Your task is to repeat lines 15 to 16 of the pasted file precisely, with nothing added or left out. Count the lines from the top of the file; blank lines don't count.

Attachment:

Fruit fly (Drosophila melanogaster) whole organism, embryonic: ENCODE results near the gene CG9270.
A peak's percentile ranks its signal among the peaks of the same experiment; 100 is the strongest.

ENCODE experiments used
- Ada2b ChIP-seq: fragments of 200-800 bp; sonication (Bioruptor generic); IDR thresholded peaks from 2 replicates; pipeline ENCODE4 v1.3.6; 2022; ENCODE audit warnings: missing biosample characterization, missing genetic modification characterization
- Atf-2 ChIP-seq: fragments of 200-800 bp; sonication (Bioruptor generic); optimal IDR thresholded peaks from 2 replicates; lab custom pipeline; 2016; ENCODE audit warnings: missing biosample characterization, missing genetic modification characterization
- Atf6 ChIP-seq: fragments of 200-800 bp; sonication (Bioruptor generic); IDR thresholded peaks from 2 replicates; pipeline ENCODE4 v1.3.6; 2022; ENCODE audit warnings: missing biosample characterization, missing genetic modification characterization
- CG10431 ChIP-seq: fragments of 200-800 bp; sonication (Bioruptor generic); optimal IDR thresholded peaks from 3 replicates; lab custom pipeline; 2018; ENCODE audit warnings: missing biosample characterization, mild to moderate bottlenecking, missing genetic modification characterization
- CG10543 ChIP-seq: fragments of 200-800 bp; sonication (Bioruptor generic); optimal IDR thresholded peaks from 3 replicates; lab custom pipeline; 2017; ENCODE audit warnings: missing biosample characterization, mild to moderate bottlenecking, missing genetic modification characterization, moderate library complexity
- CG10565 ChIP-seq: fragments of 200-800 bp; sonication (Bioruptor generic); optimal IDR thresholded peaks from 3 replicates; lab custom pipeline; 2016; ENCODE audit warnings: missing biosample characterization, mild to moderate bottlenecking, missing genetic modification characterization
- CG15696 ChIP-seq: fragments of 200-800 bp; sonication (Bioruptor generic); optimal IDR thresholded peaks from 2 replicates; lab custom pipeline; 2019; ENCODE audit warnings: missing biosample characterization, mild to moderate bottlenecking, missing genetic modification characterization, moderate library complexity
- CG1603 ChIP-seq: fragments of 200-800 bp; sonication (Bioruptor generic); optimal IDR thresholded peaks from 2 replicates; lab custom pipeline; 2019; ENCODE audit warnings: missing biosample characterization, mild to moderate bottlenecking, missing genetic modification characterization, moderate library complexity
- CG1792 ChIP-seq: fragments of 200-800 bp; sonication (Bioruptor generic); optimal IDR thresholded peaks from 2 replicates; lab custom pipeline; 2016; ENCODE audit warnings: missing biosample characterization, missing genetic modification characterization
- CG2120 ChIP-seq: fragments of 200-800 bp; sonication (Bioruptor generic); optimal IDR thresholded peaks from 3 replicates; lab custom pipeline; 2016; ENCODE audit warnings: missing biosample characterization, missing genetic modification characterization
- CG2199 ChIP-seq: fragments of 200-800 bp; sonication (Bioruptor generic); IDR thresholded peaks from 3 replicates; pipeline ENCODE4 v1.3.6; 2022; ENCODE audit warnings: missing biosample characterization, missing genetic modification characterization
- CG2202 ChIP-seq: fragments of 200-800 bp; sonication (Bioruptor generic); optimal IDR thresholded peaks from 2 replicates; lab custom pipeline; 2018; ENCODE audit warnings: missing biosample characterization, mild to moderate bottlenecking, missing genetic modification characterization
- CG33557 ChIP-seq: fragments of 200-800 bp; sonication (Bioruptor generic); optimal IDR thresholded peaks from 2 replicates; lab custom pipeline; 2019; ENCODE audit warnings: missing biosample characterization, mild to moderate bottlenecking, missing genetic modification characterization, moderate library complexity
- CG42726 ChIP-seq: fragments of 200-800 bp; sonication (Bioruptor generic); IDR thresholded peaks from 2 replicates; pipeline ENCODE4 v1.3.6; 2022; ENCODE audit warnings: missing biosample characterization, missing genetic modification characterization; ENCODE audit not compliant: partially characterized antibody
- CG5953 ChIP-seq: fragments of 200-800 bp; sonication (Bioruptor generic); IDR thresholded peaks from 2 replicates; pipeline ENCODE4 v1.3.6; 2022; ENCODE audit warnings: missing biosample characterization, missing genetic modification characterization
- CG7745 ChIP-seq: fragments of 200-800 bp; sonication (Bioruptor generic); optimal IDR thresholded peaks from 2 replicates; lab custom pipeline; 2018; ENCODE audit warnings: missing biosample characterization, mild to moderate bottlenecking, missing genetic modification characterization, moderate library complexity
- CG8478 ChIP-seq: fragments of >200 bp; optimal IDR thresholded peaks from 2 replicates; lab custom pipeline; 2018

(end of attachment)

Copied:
- CG2202 ChIP-seq: fragments of 200-800 bp; sonication (Bioruptor generic); optimal IDR thresholded peaks from 2 replicates; lab custom pipeline; 2018; ENCODE audit warnings: missing biosample characterization, mild to moderate bottlenecking, missing genetic modification characterization
- CG33557 ChIP-seq: fragments of 200-800 bp; sonication (Bioruptor generic); optimal IDR thresholded peaks from 2 replicates; lab custom pipeline; 2019; ENCODE audit warnings: missing biosample characterization, mild to moderate bottlenecking, missing genetic modification characterization, moderate library complexity